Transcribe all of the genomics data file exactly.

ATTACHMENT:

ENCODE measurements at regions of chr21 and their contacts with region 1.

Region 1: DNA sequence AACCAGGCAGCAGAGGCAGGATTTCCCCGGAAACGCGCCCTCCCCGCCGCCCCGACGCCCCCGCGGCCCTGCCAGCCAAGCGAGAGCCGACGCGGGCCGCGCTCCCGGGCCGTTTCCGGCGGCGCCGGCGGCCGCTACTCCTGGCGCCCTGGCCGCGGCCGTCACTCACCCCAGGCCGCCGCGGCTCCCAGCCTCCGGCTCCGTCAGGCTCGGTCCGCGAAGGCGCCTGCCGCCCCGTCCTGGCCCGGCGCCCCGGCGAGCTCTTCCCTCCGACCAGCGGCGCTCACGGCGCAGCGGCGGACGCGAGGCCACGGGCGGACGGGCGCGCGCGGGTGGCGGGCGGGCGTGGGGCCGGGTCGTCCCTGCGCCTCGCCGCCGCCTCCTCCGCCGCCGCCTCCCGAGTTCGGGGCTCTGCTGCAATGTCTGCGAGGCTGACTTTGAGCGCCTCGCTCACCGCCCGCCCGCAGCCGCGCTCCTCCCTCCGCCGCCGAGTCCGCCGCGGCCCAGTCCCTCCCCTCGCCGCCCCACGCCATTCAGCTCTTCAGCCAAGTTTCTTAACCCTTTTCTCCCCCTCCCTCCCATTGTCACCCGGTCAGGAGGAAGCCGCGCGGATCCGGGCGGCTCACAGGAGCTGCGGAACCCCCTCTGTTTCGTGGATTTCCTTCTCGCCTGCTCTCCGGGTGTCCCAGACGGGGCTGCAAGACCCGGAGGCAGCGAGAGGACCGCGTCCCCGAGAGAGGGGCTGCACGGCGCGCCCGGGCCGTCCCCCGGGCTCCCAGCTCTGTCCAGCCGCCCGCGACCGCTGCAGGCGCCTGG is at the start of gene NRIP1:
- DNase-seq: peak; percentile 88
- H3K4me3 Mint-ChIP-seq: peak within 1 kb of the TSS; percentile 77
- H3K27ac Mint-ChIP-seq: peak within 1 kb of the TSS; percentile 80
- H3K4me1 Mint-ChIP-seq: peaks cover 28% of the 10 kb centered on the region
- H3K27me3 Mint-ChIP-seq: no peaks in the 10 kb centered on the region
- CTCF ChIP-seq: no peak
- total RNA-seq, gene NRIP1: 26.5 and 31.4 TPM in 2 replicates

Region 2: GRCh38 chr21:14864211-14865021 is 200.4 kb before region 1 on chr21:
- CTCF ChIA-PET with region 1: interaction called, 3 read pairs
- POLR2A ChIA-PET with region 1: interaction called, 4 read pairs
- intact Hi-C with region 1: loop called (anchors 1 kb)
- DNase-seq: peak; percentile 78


ENCODE measurements at regions of chr21 and their contacts with region 1.

Region 1: DNA sequence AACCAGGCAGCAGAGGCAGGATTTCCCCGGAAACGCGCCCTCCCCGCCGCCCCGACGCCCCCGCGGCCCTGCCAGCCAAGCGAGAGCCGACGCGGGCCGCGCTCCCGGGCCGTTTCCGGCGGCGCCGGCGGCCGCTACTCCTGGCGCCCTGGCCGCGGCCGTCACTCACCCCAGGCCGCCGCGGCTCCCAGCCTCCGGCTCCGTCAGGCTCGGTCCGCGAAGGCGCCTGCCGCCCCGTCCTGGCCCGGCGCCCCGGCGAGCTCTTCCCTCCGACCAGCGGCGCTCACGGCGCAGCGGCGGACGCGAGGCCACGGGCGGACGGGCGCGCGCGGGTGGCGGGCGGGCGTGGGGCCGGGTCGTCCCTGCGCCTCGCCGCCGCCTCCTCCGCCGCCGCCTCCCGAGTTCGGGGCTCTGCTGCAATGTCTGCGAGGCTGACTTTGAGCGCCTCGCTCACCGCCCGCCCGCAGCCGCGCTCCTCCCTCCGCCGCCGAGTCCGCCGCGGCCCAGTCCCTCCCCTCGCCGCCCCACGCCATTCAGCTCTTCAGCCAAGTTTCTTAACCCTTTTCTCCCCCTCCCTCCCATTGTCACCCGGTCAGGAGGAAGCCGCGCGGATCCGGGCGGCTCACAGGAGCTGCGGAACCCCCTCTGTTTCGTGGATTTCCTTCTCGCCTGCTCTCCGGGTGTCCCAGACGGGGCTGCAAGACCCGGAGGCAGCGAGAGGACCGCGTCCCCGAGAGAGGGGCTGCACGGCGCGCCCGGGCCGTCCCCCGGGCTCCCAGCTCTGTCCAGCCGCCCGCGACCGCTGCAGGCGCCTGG is at the start of gene NRIP1:
- DNase-seq: peak; percentile 88
- H3K4me3 Mint-ChIP-seq: peak within 1 kb of the TSS; percentile 77
- H3K27ac Mint-ChIP-seq: peak within 1 kb of the TSS; percentile 80
- H3K4me1 Mint-ChIP-seq: peaks cover 28% of the 10 kb centered on the region
- H3K27me3 Mint-ChIP-seq: no peaks in the 10 kb centered on the region
- CTCF ChIP-seq: no peak
- total RNA-seq, gene NRIP1: 26.5 and 31.4 TPM in 2 replicates

Region 2: GRCh38 chr21:14864211-14865021 is 200.4 kb before region 1 on chr21:
- CTCF ChIA-PET with region 1: interaction called, 3 read pairs
- POLR2A ChIA-PET with region 1: interaction called, 4 read pairs
- intact Hi-C with region 1: loop called (anchors 1 kb)
- DNase-seq: peak; percentile 78